Universities don't release packing lists for a reason, because everything on those lists is basically useless after the first month. You're not gonna keep up with filling your Brita water filter, you'll probably just end up buying water bottles at the C-store. You'll most likely only use your mini ironing board once until you realize its pointless since everyone wears their clothes wrinkly anyway. Figure out the things you use on a daily basis at home, and only bring the necessities.

4. Going home every weekend.

This might seem tempting, especially after the homesickness kicks in, but you can never fully adjust to college if you're spending every weekend with your parents. Don't get me wrong, there's nothing wrong with seeing your parents while in college, just limit the contact to once or twice a month in order to make friends and feel comfortable being away from home.

5. Never utilizing the library until finals week.

The library is basically my home now, but nothing is more frustrating than not being able to find a table during finals week because they're all filled with freshmen trying to cram a semesters worth of information in a week. The library is always there, 24-7, but people forget how useful it is until the last week of the semester. Work as hard as you work for finals week every time you have a test. It'll make the stress of finals week a little less since you'll already have a grade you're comfortable with and won't be killing yourself for an A on the final in order to pass the class.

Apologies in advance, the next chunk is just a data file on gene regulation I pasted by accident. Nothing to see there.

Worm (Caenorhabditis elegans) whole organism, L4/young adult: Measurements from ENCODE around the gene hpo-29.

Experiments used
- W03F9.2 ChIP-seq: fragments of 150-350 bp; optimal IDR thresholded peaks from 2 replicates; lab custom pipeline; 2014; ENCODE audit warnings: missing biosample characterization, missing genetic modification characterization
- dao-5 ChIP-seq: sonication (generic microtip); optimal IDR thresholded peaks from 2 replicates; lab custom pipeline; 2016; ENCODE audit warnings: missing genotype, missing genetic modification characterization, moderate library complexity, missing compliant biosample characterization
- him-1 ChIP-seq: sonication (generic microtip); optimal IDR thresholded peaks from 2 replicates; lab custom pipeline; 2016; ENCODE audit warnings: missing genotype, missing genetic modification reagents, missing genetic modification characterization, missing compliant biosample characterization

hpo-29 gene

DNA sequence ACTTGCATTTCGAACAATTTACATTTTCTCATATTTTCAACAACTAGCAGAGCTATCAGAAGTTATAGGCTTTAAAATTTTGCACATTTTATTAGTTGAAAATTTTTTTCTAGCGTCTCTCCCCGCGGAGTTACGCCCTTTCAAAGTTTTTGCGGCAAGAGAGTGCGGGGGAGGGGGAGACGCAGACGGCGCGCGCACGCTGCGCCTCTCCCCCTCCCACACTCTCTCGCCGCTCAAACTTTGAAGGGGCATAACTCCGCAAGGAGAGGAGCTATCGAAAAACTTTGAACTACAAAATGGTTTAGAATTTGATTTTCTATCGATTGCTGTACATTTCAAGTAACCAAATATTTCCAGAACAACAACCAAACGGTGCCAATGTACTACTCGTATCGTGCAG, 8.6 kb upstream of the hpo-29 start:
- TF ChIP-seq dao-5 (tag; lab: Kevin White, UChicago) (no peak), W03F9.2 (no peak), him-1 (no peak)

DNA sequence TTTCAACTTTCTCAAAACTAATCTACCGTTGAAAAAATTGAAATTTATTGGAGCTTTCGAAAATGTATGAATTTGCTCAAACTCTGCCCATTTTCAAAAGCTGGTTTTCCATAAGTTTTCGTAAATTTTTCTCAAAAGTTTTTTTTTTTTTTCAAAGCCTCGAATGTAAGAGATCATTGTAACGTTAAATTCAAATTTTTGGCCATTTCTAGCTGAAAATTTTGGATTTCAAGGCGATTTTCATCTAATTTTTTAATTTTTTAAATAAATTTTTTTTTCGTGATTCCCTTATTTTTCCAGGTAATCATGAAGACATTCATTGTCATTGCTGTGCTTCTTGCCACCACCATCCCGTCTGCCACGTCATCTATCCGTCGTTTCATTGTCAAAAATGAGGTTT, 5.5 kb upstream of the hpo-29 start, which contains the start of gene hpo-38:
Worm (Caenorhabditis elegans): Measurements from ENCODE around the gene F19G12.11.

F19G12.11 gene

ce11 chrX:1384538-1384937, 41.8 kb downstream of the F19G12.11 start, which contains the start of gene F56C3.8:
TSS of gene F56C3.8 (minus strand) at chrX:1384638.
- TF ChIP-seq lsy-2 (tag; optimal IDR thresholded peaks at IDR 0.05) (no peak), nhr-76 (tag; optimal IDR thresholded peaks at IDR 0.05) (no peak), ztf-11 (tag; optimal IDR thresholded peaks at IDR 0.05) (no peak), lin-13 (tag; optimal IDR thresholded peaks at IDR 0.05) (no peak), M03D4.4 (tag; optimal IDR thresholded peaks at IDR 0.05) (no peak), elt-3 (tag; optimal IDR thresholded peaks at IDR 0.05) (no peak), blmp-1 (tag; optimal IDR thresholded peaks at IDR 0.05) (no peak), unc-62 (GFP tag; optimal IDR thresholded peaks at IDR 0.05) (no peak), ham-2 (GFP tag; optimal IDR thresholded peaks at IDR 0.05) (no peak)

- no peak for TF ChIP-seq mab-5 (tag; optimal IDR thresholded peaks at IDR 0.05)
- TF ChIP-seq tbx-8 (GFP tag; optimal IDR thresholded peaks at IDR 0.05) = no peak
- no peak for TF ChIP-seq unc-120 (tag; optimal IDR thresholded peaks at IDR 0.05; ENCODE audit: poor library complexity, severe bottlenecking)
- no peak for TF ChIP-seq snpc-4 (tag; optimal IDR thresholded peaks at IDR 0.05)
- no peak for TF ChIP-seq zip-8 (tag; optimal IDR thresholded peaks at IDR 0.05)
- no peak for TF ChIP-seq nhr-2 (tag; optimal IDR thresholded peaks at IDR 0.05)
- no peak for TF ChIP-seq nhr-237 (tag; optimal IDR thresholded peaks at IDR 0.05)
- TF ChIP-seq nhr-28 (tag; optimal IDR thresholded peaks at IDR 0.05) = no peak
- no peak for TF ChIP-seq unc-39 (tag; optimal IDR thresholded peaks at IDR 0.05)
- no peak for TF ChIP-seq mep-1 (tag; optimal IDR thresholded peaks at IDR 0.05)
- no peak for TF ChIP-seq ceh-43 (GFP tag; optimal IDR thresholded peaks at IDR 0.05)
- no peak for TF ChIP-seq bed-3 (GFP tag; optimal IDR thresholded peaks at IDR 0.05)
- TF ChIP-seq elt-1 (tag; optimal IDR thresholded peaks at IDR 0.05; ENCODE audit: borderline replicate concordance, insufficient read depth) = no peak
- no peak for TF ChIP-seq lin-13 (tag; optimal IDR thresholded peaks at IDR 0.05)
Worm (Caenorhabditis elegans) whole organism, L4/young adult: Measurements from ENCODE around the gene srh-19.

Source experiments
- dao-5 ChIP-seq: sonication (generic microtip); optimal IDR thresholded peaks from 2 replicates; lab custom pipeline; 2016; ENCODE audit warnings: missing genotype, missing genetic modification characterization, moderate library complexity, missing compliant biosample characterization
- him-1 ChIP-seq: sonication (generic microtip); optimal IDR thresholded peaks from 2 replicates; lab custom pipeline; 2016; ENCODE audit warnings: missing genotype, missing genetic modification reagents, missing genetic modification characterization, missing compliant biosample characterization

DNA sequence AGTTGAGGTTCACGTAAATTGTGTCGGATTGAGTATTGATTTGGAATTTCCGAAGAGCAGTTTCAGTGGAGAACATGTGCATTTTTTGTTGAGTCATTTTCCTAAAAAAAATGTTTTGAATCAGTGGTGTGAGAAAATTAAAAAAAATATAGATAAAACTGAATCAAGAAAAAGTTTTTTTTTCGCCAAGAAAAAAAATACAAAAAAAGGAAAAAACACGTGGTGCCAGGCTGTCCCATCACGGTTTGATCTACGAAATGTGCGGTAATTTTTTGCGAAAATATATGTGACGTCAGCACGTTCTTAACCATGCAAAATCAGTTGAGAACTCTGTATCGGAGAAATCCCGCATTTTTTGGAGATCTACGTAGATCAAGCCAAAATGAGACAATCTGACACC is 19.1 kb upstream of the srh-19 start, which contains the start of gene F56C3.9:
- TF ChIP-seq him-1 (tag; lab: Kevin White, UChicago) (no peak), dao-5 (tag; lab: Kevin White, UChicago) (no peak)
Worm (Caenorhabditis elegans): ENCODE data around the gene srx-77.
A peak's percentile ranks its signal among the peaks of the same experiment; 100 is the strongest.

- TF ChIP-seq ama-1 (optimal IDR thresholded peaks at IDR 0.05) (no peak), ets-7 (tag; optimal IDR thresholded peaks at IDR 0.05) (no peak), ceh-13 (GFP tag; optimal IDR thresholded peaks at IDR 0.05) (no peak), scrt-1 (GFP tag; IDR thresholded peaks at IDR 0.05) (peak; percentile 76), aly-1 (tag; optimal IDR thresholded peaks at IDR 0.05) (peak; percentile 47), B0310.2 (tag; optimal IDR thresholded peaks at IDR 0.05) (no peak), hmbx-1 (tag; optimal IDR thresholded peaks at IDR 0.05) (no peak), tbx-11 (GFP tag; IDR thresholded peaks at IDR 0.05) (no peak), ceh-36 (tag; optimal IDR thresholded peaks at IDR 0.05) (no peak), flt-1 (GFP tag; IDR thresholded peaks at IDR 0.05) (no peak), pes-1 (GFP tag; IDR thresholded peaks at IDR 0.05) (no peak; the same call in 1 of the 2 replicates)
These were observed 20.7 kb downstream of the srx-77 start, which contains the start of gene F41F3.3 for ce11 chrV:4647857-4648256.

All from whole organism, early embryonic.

6. Wearing your favorite shoes to a frat party/downtown.

Even if you're wearing the cutest dress known to man that goes with nothing but your OTBTs, you're gonna have to sacrifice the outfit and switch out those wedges for converse if you want your shoes to survive. Between drinks getting spilled and people stepping on your feet, you're gonna be saying goodbye to the $125 you spent on those shoes. Bring an old pair of converse or vans with you to college that you wouldn't mind getting a little dirty.

7. Only studying with friends.

Studying with your friends sounds like a good idea until you find yourself gossiping and watching youtube videos, getting nothing productive done. Lots of freshmen are scared to go to the library alone but don't be. A good 90% of people there are studying alone, and you'll get waaay more done this way, giving you time to hang with your friends after.

8. Not going to the UPC events.

Welcome week is when UPC throws the biggest events of the year, such as Paradise on the Plains, Aubie Fest, and the Gameday Experience. These events are held to welcome you to campus, so take advantage of all the free things they have to offer! Free food, free games, and most importantly, free T-shirts. Don't miss out on these events because you're nervous to go to things alone (like I was), this is a perfect opportunity to make friends and get to know the campus a little better.

Freshman year is a rollercoaster, but hopefully knowing these few things to avoid will make it a little easier. Good luck and welcome to Auburn!